The “Master Plan” is a broad spectrum of renovation ideas for UAA. Headed by master planner Lonnie Mansell, a team of about 30 architects, engineers and planners are currently preparing blueprints that will shape the campus’ future.
The Master Plan team designs future buildings, parking lots, sky bridges, pedestrian transportation, vehicular circulation and campus greenery.
“The UA system, as well as the campus, come up with an academic plan, an overall strategic plan — and then there are a bunch of smaller plans underneath those that that make it all happen,” Mansell said, explaining the structure of the Master Plan. “The Master Plan is the physical infrastructure that makes it all happen.”
The plan has been divided to focus on immediate, short-term, and long-term goals for the campus. Respectively, those terms imply less than 10-year, 10 to 30-year, and 30-plus year goals.
“Right now, we’re (shaped) like a dumbbell or a dog bone. We’re elongated like that,” Mansell said, explaining the juxtaposition of UAA’s buildings.
One major goal of the plan is to redesign the inner matrix of the campus so it can fill more open space while still using roughly the same amount of total acreage. Mansell used the word “densify” to explain the plans for the campus.
Densifying the campus would not only conserve space and preserve the greenery that envelops the school, but it would also allow for more sky bridges.
Densifying also includes adding buildings in close proximity to each other, which will allow cheaper sky bridge possibilities. The ability to keep sky bridges short will save money in heating costs, allowing for more warm walking solutions for students.
There is a feedback page on the UAA Master Plan Blogspot page where individuals can leave any suggestions or input they like.
The Master Plan team not only reads these suggestions, they particularly appreciate them.
Also, the sports arena is currently being built. Its developments can be followed at http://uaamasterplan2012.blogspot.com/p/news.html
Varying greatly in importance and cost, listed below are several possible features of the Master Plan, provided by Mansell.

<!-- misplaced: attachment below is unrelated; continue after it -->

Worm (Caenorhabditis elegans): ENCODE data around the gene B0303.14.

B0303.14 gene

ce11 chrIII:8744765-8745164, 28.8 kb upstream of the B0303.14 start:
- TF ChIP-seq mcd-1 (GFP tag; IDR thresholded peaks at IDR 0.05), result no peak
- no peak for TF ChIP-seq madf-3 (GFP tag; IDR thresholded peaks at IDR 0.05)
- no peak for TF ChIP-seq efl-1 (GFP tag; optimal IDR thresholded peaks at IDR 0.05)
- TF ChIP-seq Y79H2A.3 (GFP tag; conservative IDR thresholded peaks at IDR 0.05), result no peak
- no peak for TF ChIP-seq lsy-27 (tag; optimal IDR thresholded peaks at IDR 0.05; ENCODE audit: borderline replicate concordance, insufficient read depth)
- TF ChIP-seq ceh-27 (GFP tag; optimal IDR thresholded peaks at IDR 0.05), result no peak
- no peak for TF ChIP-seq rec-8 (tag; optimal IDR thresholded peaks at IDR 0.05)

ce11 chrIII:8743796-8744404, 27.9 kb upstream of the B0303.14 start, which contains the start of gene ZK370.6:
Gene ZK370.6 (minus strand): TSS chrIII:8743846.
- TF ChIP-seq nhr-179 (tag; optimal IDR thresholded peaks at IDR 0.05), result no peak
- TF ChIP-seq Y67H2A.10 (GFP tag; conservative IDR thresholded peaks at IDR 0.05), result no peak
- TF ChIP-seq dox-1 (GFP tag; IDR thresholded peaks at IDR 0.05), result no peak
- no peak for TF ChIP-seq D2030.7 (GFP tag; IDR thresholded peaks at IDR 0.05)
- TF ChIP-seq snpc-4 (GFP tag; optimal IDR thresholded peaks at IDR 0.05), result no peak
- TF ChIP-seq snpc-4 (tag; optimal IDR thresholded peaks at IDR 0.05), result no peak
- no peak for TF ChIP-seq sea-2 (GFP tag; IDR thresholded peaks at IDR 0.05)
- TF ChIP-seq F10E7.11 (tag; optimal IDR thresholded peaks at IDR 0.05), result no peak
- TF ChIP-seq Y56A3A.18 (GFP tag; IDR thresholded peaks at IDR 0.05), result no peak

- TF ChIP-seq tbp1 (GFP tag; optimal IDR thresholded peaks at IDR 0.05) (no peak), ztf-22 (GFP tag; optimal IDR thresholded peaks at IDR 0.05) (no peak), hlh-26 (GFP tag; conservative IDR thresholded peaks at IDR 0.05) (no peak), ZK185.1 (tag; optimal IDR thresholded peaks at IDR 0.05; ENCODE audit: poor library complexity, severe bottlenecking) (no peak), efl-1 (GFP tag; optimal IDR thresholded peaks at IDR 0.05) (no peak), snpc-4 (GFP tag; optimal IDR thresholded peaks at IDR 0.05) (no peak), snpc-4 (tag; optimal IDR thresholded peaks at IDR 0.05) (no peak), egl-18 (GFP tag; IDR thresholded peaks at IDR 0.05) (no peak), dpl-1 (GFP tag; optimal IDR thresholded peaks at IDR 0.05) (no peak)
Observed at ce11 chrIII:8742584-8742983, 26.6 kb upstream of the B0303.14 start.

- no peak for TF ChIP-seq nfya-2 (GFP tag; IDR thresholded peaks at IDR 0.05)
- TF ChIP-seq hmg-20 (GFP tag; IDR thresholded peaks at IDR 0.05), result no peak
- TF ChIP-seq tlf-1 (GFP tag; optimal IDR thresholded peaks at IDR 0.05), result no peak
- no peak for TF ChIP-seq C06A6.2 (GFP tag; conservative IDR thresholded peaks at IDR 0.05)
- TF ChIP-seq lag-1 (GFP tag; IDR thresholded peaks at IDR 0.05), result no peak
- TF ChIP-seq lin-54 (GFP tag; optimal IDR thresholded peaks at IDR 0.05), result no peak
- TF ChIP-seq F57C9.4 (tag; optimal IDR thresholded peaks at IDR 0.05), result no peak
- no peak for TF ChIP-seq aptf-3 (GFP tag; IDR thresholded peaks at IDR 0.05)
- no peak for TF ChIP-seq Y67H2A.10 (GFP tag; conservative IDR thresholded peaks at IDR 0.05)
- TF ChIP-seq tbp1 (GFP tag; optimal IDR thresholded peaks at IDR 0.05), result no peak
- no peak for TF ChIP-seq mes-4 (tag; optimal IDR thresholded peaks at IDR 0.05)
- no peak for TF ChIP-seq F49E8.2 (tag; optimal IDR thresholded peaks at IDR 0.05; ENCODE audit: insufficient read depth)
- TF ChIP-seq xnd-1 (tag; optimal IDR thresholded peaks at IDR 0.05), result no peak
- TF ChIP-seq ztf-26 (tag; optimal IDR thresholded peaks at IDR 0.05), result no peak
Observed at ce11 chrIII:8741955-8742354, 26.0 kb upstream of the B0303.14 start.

UAA purchased a small parcel of land on the southeast corner of Lake Otis and Providence. It will be developed with time.
Most satellite buildings on the far west end of campus will likely be left alone, particularly the Professional Studies Building.
“One of the things we want to do with west campus is to maintain the look and feel of the old Anchorage Community College, so keeping that quad and the honeycomb of sidewalks there is important to that look,” Mansell said.
Because of the buildings’ distance from main campus, it is questionable whether sky bridges will ever reach the art building and ConocoPhillips Integrated Science Building.
If the sky bridge ever does reach ConocoPhillips, it would connect to the SSB through one or more new buildings. While this is possible, sky bridges are exceptionally expensive to heat, and the option of adding more is being heavily weighed by planning teams.
Currently, the only plans that are in the final approval stages are a series of engineering expansions. These expansions include a new engineering building, a new garage and a complete renovation of the existing engineering building.
If approved, design for the engineering expansions will be finished within the next year and construction should begin in summer 2014. Mansell and his team are hoping to receive final approval from the Board of Regents within the next week.
The Master Plan team would like to see Health and Science Building Phase Two initiated. This would include an additional building and likely another parking garage, all connected by a sky bridge.
The team would like to construct a loop road that follows the entire perimeter of the campus for pedestrians and shuttle traffic. Coupled directly next to this, they would like to see a foot traffic trail.
Mansell also mentioned a possible diagonal overpass connecting the upcoming sports arena and the Consortium Library.